Wednesday, May 28, 2014

Idea Gone Wrong

  When I set up my summer youth chess tournaments this year and went to rent the big outdoor shelter at Pioneer Park I wasn't surprised to see that they were still renting the shelter by the half day which meant that my preferred morning and afternoon youth tournaments were out of the question. I set up the morning tournament and was thinking about repeating last years' time odds blitz tournaments but discarded the idea when I noticed that there were going to be adult tournaments in Des Moines on most of my summer dates. This left the options of leaving after the morning tournament or coming up with a new idea for the unused few hours I had the shelter rented for.

  I was watching the 2014 FIDE Candidates tournament in Khanty-Mansiysk, Russia during the period of time I was noodling around with ideas and a couple of games that world number 2 player Levon Aronian played caught my eye. Aronian lost to the tournament winner Viswanathan Anand in the first round and resigned when he was about to lose a piece. I saw how Aronian was going to lose the piece but it seemed he would get a couple of pawns. I set up the position against a chess computer and had a lot of trouble winning the game the first couple of attempts until I thought I got the hang of it. At the end of the tournament, Aronian lost yet another game, this time to Sergey Karjakin. This time it was clear to me why Aronian resigned - Karjakin was going to queen a pawn and even though Aronian's pawn was one move away from making a queen for him, some well-placed checks by Karjakin would be able to stop the pawn dead in its tracks. I played this position against the chess computer and easily won the game.

Left: Aronian-Karjakin with White to move and Black to win.
Right: Anand-Aronian with Black to move and White to win.
Aronian resigned both of these positions in the recent Candidates tournament but for lesser players they are worth playing out.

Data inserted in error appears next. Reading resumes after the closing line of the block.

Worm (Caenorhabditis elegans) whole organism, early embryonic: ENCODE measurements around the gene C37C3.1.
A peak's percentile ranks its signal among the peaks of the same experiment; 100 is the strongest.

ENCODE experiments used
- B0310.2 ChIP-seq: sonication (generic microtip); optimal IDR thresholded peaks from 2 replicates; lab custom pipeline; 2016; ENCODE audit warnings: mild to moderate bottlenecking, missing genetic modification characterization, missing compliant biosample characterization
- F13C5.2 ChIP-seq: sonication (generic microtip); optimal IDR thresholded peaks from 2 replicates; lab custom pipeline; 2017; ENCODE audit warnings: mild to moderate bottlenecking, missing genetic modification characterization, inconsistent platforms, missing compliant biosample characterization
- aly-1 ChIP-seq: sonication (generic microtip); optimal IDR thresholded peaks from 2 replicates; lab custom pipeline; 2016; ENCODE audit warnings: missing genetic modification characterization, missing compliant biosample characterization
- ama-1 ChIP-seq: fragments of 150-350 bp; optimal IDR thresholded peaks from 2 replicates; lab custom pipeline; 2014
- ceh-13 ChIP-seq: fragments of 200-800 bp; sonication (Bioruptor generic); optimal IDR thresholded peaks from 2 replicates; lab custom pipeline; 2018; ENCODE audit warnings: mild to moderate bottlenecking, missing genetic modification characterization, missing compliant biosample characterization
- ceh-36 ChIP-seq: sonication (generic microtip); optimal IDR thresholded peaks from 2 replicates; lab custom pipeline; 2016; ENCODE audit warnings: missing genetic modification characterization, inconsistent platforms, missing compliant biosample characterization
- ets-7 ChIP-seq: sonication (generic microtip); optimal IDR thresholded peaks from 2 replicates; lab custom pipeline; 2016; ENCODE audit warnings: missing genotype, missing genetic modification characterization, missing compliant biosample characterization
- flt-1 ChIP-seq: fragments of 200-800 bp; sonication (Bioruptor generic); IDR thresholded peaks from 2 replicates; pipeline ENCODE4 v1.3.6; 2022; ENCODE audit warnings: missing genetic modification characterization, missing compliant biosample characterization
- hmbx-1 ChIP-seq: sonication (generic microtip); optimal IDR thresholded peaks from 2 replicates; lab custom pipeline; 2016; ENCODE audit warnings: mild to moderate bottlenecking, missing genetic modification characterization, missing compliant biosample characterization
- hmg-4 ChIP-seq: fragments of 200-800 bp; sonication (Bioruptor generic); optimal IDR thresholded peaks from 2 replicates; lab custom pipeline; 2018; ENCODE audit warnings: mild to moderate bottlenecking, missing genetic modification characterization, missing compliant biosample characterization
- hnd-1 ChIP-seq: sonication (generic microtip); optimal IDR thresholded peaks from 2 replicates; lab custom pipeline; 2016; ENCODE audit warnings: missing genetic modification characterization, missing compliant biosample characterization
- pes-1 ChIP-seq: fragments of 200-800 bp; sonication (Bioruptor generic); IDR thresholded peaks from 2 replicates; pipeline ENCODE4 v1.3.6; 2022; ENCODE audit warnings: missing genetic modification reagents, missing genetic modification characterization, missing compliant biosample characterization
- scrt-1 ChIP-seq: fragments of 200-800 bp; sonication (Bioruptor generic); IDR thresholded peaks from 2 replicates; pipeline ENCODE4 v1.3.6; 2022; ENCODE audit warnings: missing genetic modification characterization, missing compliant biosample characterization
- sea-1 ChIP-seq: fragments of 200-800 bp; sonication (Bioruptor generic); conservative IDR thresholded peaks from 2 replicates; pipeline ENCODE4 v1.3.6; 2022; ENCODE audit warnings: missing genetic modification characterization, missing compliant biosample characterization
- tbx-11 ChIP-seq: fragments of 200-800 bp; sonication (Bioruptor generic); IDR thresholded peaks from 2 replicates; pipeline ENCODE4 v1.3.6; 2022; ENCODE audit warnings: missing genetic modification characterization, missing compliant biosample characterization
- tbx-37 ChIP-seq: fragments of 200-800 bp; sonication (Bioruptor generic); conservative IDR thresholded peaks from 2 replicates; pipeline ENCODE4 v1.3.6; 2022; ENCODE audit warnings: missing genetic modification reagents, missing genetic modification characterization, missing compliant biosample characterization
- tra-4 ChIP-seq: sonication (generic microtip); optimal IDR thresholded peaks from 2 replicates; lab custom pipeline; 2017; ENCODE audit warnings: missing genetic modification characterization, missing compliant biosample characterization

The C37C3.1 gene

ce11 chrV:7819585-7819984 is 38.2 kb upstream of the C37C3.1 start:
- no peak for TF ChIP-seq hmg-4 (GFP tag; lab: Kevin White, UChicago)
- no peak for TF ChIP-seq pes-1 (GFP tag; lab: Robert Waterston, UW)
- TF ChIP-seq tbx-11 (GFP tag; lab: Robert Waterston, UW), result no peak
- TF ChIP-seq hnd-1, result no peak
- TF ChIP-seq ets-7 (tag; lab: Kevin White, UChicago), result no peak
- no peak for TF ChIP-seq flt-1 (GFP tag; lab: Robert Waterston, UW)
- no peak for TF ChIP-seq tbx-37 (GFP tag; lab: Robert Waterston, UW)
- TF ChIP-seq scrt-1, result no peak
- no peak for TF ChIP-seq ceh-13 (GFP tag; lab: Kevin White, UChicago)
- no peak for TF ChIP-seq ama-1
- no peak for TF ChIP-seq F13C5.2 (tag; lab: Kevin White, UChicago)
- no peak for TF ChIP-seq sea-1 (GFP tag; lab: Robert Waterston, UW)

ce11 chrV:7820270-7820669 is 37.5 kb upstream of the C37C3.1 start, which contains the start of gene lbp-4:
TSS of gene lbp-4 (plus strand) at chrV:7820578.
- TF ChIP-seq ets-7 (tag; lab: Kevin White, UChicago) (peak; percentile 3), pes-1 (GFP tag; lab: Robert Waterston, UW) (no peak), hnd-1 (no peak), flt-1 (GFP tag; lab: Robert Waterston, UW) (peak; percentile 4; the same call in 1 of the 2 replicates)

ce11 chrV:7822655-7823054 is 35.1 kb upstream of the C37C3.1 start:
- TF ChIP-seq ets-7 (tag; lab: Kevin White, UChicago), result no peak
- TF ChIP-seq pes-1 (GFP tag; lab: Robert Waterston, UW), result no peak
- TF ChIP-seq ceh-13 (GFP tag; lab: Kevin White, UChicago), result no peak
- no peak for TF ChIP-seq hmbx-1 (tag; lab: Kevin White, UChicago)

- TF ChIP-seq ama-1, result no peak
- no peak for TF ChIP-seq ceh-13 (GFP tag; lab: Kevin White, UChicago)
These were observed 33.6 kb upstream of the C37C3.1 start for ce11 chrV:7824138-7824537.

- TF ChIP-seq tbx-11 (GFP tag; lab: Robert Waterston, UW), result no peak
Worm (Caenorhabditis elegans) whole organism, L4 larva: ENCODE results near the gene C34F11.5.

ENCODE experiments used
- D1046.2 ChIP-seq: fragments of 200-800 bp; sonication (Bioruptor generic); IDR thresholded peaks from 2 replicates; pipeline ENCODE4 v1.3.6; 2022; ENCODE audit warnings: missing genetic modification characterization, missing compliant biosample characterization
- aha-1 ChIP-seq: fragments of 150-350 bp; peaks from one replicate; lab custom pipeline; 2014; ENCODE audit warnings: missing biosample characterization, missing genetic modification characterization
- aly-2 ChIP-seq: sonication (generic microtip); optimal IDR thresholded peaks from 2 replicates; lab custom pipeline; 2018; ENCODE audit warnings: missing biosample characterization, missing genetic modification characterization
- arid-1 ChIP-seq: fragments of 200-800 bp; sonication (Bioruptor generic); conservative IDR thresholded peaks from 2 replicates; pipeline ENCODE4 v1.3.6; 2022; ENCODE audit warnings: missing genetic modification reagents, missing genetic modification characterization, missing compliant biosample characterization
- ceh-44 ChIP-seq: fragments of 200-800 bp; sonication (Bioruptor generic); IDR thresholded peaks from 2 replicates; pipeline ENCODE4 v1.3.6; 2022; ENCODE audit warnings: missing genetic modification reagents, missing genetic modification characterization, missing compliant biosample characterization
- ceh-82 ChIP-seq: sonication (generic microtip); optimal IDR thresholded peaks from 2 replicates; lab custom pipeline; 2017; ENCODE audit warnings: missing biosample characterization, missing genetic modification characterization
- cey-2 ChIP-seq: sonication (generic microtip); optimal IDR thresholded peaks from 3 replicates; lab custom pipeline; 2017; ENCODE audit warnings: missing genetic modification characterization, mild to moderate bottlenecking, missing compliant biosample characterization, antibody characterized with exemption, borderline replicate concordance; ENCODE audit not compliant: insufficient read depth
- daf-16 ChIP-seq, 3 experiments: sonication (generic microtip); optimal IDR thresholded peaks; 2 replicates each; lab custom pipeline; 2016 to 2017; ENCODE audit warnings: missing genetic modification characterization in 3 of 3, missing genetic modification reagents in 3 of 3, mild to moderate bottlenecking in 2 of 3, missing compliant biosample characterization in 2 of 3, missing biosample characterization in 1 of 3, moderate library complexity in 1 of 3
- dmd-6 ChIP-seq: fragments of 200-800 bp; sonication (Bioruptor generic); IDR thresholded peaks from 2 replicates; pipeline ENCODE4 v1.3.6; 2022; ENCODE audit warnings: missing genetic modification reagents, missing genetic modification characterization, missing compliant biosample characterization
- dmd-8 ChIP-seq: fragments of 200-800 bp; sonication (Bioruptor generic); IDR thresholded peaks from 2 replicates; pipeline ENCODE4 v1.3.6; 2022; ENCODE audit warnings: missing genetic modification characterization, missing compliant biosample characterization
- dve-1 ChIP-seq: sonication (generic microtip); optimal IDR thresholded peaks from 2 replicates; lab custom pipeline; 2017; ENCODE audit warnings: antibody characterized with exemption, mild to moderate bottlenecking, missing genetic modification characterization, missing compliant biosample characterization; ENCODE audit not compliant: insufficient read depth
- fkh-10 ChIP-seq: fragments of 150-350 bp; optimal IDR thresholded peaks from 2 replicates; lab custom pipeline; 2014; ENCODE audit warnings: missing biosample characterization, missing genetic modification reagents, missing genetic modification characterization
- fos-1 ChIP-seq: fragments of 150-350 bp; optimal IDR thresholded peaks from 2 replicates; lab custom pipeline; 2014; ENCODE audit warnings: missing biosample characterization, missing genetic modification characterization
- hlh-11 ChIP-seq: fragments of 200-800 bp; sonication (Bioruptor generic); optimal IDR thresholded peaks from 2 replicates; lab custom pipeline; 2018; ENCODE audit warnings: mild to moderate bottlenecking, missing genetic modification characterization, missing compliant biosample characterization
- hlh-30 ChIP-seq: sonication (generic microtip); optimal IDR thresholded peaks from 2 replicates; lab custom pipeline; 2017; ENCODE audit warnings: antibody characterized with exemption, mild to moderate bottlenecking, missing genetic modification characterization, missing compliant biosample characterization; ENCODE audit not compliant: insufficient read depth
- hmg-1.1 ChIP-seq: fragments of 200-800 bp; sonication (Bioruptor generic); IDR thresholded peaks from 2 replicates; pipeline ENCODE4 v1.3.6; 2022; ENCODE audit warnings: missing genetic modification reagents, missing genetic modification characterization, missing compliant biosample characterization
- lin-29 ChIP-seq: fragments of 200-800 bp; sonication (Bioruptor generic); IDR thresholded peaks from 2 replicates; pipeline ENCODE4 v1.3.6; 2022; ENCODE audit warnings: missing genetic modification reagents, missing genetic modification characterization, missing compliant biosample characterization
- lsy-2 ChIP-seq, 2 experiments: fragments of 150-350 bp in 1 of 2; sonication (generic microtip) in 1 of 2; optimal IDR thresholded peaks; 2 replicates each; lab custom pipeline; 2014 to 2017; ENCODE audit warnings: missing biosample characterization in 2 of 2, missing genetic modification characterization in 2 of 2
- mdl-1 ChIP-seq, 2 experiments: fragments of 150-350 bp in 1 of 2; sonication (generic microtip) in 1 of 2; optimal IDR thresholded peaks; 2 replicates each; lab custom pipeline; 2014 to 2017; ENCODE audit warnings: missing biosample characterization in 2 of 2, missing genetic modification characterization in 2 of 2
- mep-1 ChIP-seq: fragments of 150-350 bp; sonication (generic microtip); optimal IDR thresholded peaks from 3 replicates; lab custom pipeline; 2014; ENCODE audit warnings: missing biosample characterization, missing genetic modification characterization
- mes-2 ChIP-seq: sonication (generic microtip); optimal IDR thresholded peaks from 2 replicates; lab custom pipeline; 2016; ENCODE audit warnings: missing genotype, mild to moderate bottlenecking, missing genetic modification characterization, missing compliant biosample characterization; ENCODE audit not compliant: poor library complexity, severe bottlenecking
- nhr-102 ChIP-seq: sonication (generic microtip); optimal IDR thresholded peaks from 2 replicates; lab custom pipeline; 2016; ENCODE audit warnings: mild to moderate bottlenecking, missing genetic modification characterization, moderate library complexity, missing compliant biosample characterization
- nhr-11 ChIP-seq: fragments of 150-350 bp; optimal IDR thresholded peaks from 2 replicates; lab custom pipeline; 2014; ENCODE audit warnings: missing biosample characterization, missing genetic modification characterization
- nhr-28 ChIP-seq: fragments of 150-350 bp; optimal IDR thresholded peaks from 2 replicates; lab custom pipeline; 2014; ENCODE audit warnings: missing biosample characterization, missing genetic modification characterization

Playing over winning positions is excellent for practicing what is commonly known as technique. What is easily winning to a grandmaster is not so apparent to a master and what is winning to a master is not so apparent to a class player. At my youth tournaments I often see some players expressing disdain when beginners play a game out to mate a queen or more behind, forgetting that maybe a year or two before they were the player playing the game out to mate because it wasn't yet apparent to them how their opponent was going to win. A so-called 'winning advantage' for one player may be the beginning of a complicated struggle for another.

  The two positions got me thinking I could spend the spare two hours after the morning tournament in the park by going over them for whoever wanted to show up. I called it a 'minicamp' and made a flyer with the positions and mentioning what I was going to talk about. My idea was I’d explain how to win the positions for a short time and then pair the players off to practice playing the position out from each side. In the week leading up to the tournament I got a lot of positive feedback from parents about the minicamp and finally it was time to see how the idea worked in practice.

  The morning tournament ran well enough. The weather was weird in that it was so cool under the covered shelter to the point of the players wanting sweatshirts and jackets from their parents but so warm when they left the shelter that they ripped off their sweatshirts and jackets. The tournament finished, everyone broke for lunch and at 1 I started going over the simple position where the queen had to stop the pawn.